Parallels - Information on landmark parallels, and how to create your own.

Games Master Resources - Advice to Gamesmasters on running Arkwright adventures and campaigns, and stats on the major characters.

On Thin Ice - An ice age grips Parallel 13.16.94, and the Disruptors are planning something bad. In this adventure, your Agents must go in, find out what they are doing, and stop them.

The Arkwright Saga - The Grand Metaplot was explained in the Introduction, but here is where the book summarises both of Bryan Talbot's books. No substitute for reading the originals, mind you, but if you cannot find The Adventures of Luther Arkwright or Heart of Empire, these will have to do.


The fashions, and the mores, may be more Nineteen Seventies than Eighteen Seventies, but Luther Arkwright is proudly Steampunk in the manner of Jules Verne and H G Wells. Your characters might be content with driving around the English coast in Minis and making phone calls from iconic red telephone booths, and wearing late Seventies and early Eighties styles ... a fashion nightmare ... and the tech level available to the Agents effectively allows them access to modern conveniences though with a steampunk twist.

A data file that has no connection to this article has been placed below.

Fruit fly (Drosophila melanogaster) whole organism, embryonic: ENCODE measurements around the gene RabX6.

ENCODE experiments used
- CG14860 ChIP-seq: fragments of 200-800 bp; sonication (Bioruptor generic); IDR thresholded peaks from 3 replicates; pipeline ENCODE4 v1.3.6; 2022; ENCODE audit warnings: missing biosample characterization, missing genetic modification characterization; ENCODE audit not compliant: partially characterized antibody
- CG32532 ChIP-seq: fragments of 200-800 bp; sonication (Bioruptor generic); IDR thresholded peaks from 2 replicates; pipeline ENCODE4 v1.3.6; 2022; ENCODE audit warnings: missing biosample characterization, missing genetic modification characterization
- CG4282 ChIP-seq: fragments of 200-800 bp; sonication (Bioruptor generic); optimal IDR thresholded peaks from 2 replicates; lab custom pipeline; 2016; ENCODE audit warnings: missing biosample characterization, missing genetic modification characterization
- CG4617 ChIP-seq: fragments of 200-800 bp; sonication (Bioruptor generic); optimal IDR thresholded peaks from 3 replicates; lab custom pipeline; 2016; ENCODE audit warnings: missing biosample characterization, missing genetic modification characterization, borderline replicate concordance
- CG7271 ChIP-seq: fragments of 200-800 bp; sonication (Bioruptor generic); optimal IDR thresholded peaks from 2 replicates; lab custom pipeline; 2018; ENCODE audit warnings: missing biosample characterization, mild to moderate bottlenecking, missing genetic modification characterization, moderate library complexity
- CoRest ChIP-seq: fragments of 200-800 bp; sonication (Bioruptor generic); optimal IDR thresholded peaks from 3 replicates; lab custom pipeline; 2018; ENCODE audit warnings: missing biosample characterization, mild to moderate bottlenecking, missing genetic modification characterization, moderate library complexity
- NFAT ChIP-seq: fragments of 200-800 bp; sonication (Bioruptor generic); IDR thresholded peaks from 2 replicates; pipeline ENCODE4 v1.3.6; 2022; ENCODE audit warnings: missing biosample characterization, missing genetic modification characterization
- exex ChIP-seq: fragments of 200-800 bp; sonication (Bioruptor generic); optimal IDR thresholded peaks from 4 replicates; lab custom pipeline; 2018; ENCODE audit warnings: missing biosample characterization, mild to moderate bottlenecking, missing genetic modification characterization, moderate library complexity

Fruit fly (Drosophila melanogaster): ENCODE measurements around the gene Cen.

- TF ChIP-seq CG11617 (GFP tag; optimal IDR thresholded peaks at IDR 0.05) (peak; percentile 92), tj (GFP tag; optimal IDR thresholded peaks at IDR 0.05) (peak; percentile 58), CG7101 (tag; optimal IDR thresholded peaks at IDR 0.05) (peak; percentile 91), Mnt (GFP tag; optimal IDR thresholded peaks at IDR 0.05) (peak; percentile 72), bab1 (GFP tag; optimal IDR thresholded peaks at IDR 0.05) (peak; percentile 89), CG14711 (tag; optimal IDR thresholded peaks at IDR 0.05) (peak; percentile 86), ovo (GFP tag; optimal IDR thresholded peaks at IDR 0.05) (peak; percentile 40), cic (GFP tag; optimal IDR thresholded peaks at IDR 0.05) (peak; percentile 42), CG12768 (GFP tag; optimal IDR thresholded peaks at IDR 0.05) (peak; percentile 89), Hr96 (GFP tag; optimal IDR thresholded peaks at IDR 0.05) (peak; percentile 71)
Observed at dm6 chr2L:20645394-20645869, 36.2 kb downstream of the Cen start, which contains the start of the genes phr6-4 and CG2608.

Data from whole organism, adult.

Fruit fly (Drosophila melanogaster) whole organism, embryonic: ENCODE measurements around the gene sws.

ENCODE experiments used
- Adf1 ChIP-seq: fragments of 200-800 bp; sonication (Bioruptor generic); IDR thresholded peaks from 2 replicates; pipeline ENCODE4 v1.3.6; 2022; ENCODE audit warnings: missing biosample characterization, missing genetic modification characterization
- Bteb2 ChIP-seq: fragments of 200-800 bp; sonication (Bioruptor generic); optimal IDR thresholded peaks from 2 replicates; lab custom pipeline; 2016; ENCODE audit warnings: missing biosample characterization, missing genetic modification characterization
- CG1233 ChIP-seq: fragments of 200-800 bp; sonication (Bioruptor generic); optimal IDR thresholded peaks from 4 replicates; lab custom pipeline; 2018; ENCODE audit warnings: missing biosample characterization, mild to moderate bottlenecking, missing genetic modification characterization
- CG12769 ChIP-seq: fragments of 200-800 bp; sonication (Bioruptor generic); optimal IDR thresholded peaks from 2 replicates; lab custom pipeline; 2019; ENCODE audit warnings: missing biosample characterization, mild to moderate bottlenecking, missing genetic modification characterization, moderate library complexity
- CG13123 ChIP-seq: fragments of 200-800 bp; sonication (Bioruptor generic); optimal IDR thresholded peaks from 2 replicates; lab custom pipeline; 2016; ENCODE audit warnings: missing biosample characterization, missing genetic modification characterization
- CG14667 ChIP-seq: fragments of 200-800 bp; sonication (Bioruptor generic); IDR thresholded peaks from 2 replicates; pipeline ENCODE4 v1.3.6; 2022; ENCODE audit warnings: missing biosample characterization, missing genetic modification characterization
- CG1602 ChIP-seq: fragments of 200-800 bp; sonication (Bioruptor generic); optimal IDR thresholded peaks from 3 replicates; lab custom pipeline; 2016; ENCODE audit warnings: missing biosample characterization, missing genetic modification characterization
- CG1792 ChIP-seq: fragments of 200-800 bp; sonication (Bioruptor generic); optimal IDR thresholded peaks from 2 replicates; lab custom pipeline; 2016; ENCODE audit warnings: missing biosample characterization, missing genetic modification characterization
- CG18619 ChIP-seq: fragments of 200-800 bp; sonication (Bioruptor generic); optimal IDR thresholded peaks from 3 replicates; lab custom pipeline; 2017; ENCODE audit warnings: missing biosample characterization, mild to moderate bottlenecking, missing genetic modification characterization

Page 22 lists the different technological eras, ranging from the pre-industrial (roughly the late 1700s / early 1800s) through to the Nanotechnology and Spacefaring. The parallels which are of interest to the Disruptors would seem to be those which have a developed industrial base of some kind, often with a distinct reliance on steam.